Then we add up the numbers between the two horizontal lines:
And there’s your answer – 43 multiplied by 86 is 3698.
Short division is an easy way of doing complicated divisions by hand. The best way of showing how to do it is to do an example:
In case you haven’t come across these symbols before – this is the same as:
In short division the trick is to work your way from left to right, as if you were reading normally (this is the opposite of what you do in multiplication). So in this case, we start at the left hand side of 2364, so at the ‘2’. We take this 2, and we try to divide it by 7. We can’t divide 2 by 7 easily, so we can’t do anything with 2 ÷ 7. We need to move to the right one digit, but still include the first digit in our calculations.
If we move to the right one digit, we are now looking at ‘23’, instead of just ‘2’. Once again, we try and divide 23 by 7. We can divide 23 by 7 – we get a number and a remainder. How many times does 7 divide into 23?
Well, 7 × 1 = 7, which is smaller than 23. 7 × 2 = 14 which is smaller than 23. 7 × 3 = 21, which is still smaller than 23. 7 × 4 = 28, which is larger than 23, so we’ve gone too far. Let’s go back to 7 × 3 = 21 – you can fit 3 lots of 7 and then a bit more on top of that into 23. The remainder is what’s left of 23 when you subtract 3 lots of 7:
So 23 ÷ 7 gives you 3 and a remainder of 2. In mathematical notation:
We take the ‘3’ and write it on top of the line above the right hand side of the ‘23’. The remainder of 2 gets carried over and written underneath the line above the next digit to the right:
Now that we’ve been able to divide the ‘23’ by 7, we can forget about it now, and move one more digit to the right – to the ‘6’. Now, the little ‘2’ that we carried over to above the ‘6’ comes into play now – we treat it as if it was in front of the ‘6’ – which gives us ‘26’. We try and divide this 26 by 7:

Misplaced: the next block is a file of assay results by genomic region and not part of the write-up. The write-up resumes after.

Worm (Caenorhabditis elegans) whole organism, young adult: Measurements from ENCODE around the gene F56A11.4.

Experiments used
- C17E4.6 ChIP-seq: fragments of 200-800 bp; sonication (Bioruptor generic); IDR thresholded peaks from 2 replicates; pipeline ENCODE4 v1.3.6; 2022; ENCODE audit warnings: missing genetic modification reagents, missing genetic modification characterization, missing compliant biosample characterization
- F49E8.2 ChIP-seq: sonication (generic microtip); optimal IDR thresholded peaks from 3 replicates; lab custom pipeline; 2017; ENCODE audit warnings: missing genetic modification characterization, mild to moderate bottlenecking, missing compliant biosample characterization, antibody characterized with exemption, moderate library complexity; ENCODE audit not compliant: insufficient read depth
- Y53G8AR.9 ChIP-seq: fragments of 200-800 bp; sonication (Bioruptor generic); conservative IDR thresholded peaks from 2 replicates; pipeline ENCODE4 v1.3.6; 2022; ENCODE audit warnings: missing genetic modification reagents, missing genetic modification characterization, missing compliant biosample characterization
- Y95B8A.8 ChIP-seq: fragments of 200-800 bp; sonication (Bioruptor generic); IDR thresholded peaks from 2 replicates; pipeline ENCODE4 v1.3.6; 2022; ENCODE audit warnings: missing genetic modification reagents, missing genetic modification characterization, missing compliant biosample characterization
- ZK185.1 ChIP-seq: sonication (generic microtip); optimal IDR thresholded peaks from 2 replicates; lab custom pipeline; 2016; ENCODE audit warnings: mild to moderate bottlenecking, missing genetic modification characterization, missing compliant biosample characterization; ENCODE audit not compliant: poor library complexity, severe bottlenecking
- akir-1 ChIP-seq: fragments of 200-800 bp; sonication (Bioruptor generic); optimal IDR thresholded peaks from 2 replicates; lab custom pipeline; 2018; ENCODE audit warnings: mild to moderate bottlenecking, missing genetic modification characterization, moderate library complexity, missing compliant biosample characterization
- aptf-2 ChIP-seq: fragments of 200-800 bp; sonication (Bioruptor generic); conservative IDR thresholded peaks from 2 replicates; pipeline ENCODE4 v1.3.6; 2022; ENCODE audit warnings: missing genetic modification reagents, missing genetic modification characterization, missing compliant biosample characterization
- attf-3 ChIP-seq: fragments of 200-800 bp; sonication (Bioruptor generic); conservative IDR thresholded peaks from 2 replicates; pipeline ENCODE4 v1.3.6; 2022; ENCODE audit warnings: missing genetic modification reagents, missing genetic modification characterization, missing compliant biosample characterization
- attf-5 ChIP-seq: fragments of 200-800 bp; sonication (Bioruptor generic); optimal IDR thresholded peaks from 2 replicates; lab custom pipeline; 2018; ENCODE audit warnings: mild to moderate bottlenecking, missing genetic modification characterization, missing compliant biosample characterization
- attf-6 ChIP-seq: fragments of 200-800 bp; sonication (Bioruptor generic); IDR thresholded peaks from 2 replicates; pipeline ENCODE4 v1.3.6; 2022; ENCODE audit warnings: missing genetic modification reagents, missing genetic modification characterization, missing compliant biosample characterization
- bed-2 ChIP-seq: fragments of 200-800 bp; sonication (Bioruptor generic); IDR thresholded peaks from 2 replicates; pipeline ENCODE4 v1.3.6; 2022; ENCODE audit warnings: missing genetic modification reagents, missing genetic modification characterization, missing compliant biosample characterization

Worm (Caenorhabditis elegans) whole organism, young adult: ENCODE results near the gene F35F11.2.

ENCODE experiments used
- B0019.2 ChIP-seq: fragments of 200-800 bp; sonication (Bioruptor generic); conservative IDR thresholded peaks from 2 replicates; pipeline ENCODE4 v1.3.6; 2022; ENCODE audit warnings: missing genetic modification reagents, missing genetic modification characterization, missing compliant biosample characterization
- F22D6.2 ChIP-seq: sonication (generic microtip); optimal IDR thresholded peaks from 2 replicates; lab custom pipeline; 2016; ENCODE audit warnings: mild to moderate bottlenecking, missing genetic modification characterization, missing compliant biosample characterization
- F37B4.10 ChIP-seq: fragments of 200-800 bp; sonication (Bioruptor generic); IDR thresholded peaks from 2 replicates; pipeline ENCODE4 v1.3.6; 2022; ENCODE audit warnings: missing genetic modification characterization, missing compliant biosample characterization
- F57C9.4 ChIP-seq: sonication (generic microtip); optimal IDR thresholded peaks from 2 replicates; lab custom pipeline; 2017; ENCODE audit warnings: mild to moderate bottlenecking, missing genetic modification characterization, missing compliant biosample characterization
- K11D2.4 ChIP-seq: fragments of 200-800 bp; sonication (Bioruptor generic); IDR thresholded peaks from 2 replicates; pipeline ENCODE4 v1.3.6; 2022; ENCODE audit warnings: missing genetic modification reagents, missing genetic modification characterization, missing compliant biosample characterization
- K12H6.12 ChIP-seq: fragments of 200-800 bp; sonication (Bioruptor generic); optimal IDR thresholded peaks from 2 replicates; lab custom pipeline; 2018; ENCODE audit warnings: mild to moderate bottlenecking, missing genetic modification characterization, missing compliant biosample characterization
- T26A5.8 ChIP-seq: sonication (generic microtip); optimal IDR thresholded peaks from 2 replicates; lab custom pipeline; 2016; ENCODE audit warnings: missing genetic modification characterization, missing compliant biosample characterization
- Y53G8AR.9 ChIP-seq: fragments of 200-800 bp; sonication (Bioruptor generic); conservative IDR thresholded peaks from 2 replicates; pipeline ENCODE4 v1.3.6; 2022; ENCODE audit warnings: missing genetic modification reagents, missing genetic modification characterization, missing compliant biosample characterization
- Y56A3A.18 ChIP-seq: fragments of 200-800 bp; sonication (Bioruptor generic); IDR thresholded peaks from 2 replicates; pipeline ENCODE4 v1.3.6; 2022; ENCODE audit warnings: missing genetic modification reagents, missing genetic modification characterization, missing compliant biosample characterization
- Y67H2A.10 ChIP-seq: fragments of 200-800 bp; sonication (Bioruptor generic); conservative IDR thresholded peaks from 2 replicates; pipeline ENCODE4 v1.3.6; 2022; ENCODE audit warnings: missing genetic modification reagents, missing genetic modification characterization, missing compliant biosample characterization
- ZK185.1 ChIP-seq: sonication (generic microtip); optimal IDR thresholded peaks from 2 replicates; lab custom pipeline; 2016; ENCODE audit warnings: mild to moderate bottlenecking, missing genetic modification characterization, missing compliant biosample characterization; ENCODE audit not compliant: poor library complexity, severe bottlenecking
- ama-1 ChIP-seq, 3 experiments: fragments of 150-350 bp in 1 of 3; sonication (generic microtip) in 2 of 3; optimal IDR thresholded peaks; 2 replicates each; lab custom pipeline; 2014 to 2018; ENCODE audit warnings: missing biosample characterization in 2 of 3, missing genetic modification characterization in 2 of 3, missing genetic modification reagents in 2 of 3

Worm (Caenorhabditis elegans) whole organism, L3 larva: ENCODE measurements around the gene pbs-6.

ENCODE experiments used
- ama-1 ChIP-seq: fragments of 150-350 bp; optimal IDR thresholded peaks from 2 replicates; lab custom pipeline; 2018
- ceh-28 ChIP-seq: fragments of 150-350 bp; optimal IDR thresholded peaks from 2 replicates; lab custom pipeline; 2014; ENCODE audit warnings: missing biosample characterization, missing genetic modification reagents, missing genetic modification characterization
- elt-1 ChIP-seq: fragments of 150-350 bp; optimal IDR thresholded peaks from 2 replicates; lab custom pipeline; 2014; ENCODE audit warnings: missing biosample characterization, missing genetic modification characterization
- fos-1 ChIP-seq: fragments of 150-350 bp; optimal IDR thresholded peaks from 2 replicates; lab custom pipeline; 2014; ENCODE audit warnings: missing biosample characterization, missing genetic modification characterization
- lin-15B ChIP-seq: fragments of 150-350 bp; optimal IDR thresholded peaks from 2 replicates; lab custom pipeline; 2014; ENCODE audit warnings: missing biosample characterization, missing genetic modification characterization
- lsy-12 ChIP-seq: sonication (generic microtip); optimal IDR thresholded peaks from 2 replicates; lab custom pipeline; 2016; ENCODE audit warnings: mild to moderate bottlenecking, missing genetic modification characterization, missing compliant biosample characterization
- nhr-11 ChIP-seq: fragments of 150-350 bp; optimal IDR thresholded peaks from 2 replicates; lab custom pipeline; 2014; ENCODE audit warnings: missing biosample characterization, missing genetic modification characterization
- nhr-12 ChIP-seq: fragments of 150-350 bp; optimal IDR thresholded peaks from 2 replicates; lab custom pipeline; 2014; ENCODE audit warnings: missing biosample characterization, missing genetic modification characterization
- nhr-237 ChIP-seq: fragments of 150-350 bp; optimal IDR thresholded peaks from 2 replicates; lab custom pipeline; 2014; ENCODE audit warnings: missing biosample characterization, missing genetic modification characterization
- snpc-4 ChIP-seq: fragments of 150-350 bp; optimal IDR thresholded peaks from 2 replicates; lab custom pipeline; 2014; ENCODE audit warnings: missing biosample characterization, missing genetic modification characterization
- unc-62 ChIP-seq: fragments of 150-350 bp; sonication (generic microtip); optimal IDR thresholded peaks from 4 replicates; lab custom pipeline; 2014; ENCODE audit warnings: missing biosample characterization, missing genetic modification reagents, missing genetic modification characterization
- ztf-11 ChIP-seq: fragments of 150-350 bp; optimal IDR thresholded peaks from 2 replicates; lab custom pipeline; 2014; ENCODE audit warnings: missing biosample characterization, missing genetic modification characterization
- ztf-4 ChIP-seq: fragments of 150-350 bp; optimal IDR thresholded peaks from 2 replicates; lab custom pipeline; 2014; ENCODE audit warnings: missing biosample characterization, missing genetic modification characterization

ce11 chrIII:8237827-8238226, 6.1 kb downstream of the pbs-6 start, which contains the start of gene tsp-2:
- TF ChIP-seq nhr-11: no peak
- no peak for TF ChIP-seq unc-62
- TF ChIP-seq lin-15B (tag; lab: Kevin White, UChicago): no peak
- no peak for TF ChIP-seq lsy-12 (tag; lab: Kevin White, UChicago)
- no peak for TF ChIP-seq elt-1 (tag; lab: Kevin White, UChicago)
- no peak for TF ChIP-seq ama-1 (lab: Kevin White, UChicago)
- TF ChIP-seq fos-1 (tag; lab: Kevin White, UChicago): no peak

· 7 goes once into 26 and leaves a remainder of 19
· 7 goes twice into 26 and leaves a remainder of 12
· 7 goes three times into 26 and leaves a remainder of 5
· 7 doesn’t go four times into 26
So in mathematical notation:
We take the ‘3’ and write it above in our answer, and the ‘5’ gets carried over to the right. Don’t forget to cross out the carried over ‘2’ as we have used it.
Now we can move on to the next digit to the right – the ‘4’. It has a ‘5’ above it, so we put the ‘5’ in front of the ‘4’ as if it was ‘54’, and try and divide this by 7. 7 divides 7 times into 54, with a remainder of 5. We can put this 7 in our answer, and cross out the carried over ‘5’ now that we’ve used it:
Since we are at the units digit of the number we’re dividing, and we’re still left with a remainder, we know that 7 does not divide evenly into 2364.
Using short division we can calculate answers with decimal places in them. All we have to do is add a decimal point to the answer and to the number we’re dividing, as well as adding some zeros to the right of the number we’re dividing:
Then we can continue with our division, carrying over the ‘5’ to the first zero:
Looking at the first zero, there is a ‘5’ above it, so we treat it as if it was ‘50’. 50 divided by 7 gives 7 with a remainder of 1. We write the 7 in our answer, to the right of the decimal point, and carry over the 1 to the next zero. Don’t forget to cross out the carried over ‘5’:
The next digit to the right is a zero, with a little ‘1’ above it carried over – so we treat is as if it was ‘10’. 10 divided by 7 gives 1, with a remainder of 3:
We can do this all day and get as many decimal places as we want. However, once you’ve got one or two decimal places, you’ve demonstrated to your teacher that you know how to do division by hand. In an exam the question should specify how many decimal places you have to work out your answer to. Sometimes your teacher has a general rule that you should give a certain number of decimal places in your answers.
If, as you calculate the decimal part of your answer, you get the same pattern of digits over and over again, your answer is recurring. For instance, is recurring, it evaluates to . You can put a dot above the repeating digit to show it’s a recurring answer. If the recurring pattern is more than one digit long, you can put a horizontal bar over the repeating pattern. For instance, .